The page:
Statistical troves like Twitter’s 2010 Year In Review show (and validate) more than TIME can ever hope to in 2010. We don’t need a magazine to tell us what we care about. We know what we care about—because we’ve make it important, not an editorial board.
On Twitter’s list of most-mentioned people, where is Zuckeberg? Nowhere. Instead, we have Tween Internet Baron Justin Bieber (OMGZ!!), Lady Gaga, Nobel Prize-winner Zilda Arns, and, of course, Julian Assange. But no Zuck. Granted, TIME’s Person of the Year isn’t a popularity contest, but if the man had made such an earthquaking difference in the past 365 days, wouldn’t people be talking about him? Or talking about him at least enough to bump top ten Twitter trender Joannie Rochette—a Canadian figure skater?
Honestly, though, what other real and significant impact has Facebook had? It has spawned a Hollywood movie, which is probably why Time bothered to notice it after more than six years. It’s a popular meeting space, and it allows people to reconnect to old friends, as well as waste vast amounts of time with imaginary farms and wannabe virtual Mafia dons. Facebook is mostly a time suck. At least Twitter had an impact last year in the attempt by the Iranian people to rebel against the dictatorship in Tehran.
We deal in politics, and so it’s possible that our perspective on the most significant trend or person this year is somewhat skewed. However, it seems pretty clear that while Facebook allowed a lot of people to play, the Tea Party dismantled Barack Obama’s agenda and took both political parties by surprise. Even Julian Assange would have been a better choice; while his impact was certainly malicious, he changed the way the world does diplomacy, at least temporarily, and opened a new front in radical transparency. I have nothing against Zuckerberg, but this is a silly, insubstantial choice.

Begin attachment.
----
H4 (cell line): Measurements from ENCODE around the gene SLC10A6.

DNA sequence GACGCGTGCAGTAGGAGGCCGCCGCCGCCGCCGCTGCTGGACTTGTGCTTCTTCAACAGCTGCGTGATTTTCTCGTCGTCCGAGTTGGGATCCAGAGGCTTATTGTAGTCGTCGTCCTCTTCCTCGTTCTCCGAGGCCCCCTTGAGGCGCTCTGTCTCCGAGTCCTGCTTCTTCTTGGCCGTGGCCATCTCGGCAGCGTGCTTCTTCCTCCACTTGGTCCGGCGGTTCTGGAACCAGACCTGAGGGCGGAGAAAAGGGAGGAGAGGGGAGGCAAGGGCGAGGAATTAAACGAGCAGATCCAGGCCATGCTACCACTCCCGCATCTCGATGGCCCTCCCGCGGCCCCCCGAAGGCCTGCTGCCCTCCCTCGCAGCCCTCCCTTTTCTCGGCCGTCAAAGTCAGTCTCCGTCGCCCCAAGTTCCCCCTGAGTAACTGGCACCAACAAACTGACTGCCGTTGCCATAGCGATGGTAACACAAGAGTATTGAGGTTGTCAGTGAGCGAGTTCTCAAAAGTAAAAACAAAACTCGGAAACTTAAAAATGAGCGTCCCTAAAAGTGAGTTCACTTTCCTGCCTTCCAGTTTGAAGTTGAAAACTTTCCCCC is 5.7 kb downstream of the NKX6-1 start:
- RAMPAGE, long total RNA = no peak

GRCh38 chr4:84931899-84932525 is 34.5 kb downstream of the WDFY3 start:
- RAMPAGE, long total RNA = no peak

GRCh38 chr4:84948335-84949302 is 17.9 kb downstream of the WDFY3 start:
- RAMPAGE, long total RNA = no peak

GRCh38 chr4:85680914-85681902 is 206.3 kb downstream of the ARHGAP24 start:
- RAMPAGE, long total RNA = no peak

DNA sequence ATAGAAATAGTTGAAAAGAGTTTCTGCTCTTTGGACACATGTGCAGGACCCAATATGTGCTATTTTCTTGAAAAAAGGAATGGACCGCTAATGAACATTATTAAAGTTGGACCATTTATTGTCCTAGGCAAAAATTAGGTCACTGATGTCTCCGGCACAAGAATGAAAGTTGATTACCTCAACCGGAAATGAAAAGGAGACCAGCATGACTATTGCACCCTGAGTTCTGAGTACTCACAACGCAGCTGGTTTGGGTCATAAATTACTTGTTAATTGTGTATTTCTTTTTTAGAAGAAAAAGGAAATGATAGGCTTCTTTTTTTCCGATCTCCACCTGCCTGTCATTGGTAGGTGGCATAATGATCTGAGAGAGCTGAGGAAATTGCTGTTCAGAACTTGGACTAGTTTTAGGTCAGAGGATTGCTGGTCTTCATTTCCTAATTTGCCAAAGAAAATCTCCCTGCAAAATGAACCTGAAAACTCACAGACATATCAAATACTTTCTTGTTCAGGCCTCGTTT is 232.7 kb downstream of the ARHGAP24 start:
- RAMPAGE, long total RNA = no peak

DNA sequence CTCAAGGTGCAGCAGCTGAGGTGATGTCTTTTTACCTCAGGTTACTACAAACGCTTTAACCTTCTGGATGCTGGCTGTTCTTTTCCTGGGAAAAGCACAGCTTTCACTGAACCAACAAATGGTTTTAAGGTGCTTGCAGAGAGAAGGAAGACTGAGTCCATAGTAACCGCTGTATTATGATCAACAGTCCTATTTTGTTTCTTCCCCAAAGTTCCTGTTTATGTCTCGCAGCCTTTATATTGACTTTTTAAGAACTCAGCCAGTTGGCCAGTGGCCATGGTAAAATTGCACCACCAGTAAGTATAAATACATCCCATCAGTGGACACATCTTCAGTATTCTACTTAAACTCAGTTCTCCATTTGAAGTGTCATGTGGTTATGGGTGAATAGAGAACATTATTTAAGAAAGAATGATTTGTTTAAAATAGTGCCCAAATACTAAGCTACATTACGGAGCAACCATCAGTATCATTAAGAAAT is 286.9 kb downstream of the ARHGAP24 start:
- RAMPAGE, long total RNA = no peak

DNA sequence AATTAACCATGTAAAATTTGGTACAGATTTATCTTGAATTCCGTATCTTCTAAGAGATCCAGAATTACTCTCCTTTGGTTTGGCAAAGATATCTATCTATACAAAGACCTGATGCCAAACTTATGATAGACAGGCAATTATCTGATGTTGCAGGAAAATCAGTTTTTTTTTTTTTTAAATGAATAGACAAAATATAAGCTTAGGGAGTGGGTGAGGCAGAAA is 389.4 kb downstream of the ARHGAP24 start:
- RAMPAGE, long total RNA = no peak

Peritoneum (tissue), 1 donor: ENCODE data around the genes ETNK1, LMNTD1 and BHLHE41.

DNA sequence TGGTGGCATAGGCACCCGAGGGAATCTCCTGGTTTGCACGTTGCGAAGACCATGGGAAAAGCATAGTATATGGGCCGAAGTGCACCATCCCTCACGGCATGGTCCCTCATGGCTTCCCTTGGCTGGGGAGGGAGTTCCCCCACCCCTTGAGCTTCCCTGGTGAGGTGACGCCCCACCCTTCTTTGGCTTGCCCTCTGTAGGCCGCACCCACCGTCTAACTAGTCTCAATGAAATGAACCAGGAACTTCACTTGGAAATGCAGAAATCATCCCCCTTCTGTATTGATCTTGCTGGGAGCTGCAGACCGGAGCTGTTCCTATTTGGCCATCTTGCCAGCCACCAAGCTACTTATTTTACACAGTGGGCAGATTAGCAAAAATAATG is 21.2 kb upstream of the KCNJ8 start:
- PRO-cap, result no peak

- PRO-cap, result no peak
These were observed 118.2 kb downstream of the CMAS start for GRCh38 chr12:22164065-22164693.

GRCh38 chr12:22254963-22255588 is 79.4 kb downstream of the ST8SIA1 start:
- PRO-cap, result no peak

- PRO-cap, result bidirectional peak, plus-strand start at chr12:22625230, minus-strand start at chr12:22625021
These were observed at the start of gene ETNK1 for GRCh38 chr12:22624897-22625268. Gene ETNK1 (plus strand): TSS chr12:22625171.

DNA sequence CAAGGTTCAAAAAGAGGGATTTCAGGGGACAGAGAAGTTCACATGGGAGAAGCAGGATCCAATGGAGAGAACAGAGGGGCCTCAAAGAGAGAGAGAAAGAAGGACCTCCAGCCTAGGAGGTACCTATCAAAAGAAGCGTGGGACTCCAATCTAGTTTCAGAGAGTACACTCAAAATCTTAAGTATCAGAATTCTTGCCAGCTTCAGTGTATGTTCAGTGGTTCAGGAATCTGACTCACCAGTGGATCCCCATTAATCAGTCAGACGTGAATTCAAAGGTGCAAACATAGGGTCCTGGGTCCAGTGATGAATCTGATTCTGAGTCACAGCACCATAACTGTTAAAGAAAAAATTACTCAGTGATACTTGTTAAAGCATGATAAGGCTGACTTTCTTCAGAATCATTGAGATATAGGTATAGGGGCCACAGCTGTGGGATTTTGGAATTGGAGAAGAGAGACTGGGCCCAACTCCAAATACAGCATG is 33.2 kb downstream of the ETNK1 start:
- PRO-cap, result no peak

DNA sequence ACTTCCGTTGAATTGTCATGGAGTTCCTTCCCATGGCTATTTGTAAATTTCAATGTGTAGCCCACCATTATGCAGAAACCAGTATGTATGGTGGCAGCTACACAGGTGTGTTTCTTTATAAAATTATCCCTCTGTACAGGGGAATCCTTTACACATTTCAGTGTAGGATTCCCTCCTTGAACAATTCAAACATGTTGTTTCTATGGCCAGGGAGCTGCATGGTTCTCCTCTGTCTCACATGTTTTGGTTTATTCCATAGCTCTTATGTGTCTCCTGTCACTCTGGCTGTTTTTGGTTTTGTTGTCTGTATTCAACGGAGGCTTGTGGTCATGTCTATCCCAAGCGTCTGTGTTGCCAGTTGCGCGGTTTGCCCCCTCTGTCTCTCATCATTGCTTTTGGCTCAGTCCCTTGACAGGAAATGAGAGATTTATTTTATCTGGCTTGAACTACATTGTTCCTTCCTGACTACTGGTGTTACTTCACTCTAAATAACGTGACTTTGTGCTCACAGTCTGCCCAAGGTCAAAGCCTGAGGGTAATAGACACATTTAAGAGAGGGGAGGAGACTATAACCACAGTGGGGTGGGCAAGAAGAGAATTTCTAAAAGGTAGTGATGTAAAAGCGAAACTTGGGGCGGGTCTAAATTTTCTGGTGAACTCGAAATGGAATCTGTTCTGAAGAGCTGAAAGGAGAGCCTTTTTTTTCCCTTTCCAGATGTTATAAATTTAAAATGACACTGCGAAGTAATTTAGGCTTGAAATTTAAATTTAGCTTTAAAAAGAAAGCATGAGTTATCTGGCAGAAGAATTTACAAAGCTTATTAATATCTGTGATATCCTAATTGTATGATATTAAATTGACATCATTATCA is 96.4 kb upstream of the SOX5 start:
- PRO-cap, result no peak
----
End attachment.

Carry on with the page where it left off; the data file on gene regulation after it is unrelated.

Juli Weiner at Vanity Fair
Owen Thomas at Social Beat:
For the Person of the Year is an observation, not a celebration. As a young editor a decade ago, I worked at Time magazine and helped on Jeff Bezos’s 1999 Person of the Year profile. Within the Time-Life Building’s corridors, we always discussed the fact that Time’s founder, Henry Luce, defined the annual feature as noting the person who “for better or for worse” had done the most to change the news, even if that message didn’t always resonate in the wider world. Time’s current managing editor, Richard Stengel, dutifully notes that Person of the Year “is not and has never been an honor” and adds that Zuckerberg’s creation is “both indispensable and a little scary.”Zuckerberg himself seems to lack that perspective. “This is a real honor,” he wrote on his Facebook page. The adulatory comments posted on his Facebook wall seem to mirror that naïveté.
Before anyone starts popping champagne corks in Palo Alto, consider the company Zuckerberg has joined: Adolf Hitler. Joseph Stalin. The Ayatollah Khomeini. Richard Nixon. Okay, and Gandhi, JFK, and Martin Luther King, Jr. But still.
Zuckerberg’s not the youngest Person of the Year — that was Charles Lindbergh, the aviator — but he has a long career ahead of him. With more than 500 million users on Facebook, he’s the sovereign of a new nation in cyberspace. Facebook’s corporate structure is designed to keep him in control for years to come. But do we really know how he’ll wield his power? And will it be for better or for worse?
Tim Stevens at Engadget